My girlfriend, a non-driver, asked why anyone thought this was a good idea when we were on a bit of a drive last week.
I, despite being a traffic professional, couldn't defend it. The sightlines on all of the sliproads are nothing short of awful, and the less said about the standing start onto the M58 the better...
A definite resemblance to Munch's "The Scream"...
The main reason M58 J5 has such an odd layout is that it was originally designed as a variant on a cloverleaf junction (very rare in Britain but sadly all too common on the continent and in the USA), and several critical parts of the junction south of the motorway are missing.
Most significantly, the A577 was meant to continue south through the junction, and merge with a road that was never built; the not-quite-a-roundabout at the southern end was designed to accommodate turning movements, and was not meant to be the through route.
In addition to this, there was an M58 east-A577 north sliproad in the original plans (built, and since removed) and another loop in the south-west corner, between M58 west and A577 north. As the A577 was never extended to the south, the latter was considered redundant and was never built.
A diagram of the original plan can be found here.
Why the designers chose to use a cloverleaf as their template, I really don't know; as many previous commenters have noted, it's an incredibly dangerous way to link two high-capacity fast-moving roads, and was regarded as obsolete by the time Britain started building motorways. Perhaps they thought it would make Skelmersdale look more American and therefore more aspirational.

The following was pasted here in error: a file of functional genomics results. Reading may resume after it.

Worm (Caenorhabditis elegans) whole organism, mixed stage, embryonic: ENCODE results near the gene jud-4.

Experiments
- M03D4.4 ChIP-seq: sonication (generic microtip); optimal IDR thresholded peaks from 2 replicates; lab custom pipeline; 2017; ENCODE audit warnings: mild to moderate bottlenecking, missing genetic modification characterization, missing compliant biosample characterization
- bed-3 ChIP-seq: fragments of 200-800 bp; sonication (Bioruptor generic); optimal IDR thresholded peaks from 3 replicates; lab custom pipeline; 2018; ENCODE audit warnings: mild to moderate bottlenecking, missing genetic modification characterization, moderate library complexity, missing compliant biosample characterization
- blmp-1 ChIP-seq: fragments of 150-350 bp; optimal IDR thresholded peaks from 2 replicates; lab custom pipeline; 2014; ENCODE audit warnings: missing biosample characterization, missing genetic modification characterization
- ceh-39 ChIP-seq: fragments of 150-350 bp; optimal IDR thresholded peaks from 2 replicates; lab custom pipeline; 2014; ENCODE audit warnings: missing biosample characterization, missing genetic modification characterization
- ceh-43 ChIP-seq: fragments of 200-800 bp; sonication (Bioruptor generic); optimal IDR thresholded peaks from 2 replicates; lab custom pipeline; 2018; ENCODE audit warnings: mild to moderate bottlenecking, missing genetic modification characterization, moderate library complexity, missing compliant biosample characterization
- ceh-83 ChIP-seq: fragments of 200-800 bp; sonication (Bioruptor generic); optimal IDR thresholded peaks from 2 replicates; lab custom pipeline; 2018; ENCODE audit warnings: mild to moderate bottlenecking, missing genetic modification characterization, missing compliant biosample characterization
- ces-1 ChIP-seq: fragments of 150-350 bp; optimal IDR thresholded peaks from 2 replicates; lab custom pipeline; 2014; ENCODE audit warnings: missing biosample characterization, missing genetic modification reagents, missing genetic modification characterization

My daughter lives in nearby Crawford Village and I get completely befuddled everytime I use this junction. I'm relieved to hear that it isn't just me.
It seems like demolishing the lot and putting the A577-M58 links onto a roundabout interchange (along with whatever local roads, access roads etc exist) is the answer to this mess.
They call Skelmersdale the town of roundabouts, when here there is none in sight
It sort of looks like it was designed in two halves, but while the designers of the northern half thought it was to be a cloverleaf, those on the other side thought it should be a dumbbell...
The worst motorway junction I think I've ever encountered in this country. That 'slip road meeting another slip road' abomination is little short of criminal. It'll never get redesigned though because there's not enough traffic to warrant it, in the eyes of planners
It is mentioned that there used to be a sliproad for westbound to northbound traffic, and there also looks like there was possibly another for eastbound to northbound. If those two slips were still there it would be an almost acceptable (if not a tad strange) junction.
And please tell me that there is nowhere else in the country with 'Give Way' signs on joining a motorway?
Being pedantic I have to say that traffic joining a motorway is supposed to give way to traffic on the motorway!
I’m fairly sure there are others on urban motorways. Leeds and Manchester have Give Way signs on motorways, I think. There may also still be one at the exit from Washington Services on the A1(M), which is more similar to the M58 example.
Im sure that there are give way signs on all motorway services slip roads joining motorways.
No, there aren't.